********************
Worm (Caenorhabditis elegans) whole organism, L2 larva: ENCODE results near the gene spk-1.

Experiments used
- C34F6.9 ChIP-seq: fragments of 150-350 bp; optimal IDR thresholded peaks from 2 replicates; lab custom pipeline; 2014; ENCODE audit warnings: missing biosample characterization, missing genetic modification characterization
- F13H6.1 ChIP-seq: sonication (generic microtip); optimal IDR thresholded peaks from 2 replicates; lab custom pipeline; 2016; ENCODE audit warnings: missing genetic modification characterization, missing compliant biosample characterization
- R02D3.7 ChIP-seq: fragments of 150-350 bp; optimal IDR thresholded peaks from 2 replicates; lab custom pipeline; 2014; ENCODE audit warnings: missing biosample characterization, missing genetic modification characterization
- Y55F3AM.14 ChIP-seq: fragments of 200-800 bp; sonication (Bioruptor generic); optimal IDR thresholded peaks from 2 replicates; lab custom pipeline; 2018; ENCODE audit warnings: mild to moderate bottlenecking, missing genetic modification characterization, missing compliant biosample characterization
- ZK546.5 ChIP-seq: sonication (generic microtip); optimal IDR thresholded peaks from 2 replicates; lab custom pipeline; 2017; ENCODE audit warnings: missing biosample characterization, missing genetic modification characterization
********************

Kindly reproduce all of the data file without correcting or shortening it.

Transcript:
Worm (Caenorhabditis elegans) whole organism, L2 larva: ENCODE results near the gene spk-1.

Experiments used
- C34F6.9 ChIP-seq: fragments of 150-350 bp; optimal IDR thresholded peaks from 2 replicates; lab custom pipeline; 2014; ENCODE audit warnings: missing biosample characterization, missing genetic modification characterization
- F13H6.1 ChIP-seq: sonication (generic microtip); optimal IDR thresholded peaks from 2 replicates; lab custom pipeline; 2016; ENCODE audit warnings: missing genetic modification characterization, missing compliant biosample characterization
- R02D3.7 ChIP-seq: fragments of 150-350 bp; optimal IDR thresholded peaks from 2 replicates; lab custom pipeline; 2014; ENCODE audit warnings: missing biosample characterization, missing genetic modification characterization
- Y55F3AM.14 ChIP-seq: fragments of 200-800 bp; sonication (Bioruptor generic); optimal IDR thresholded peaks from 2 replicates; lab custom pipeline; 2018; ENCODE audit warnings: mild to moderate bottlenecking, missing genetic modification characterization, missing compliant biosample characterization
- ZK546.5 ChIP-seq: sonication (generic microtip); optimal IDR thresholded peaks from 2 replicates; lab custom pipeline; 2017; ENCODE audit warnings: missing biosample characterization, missing genetic modification characterization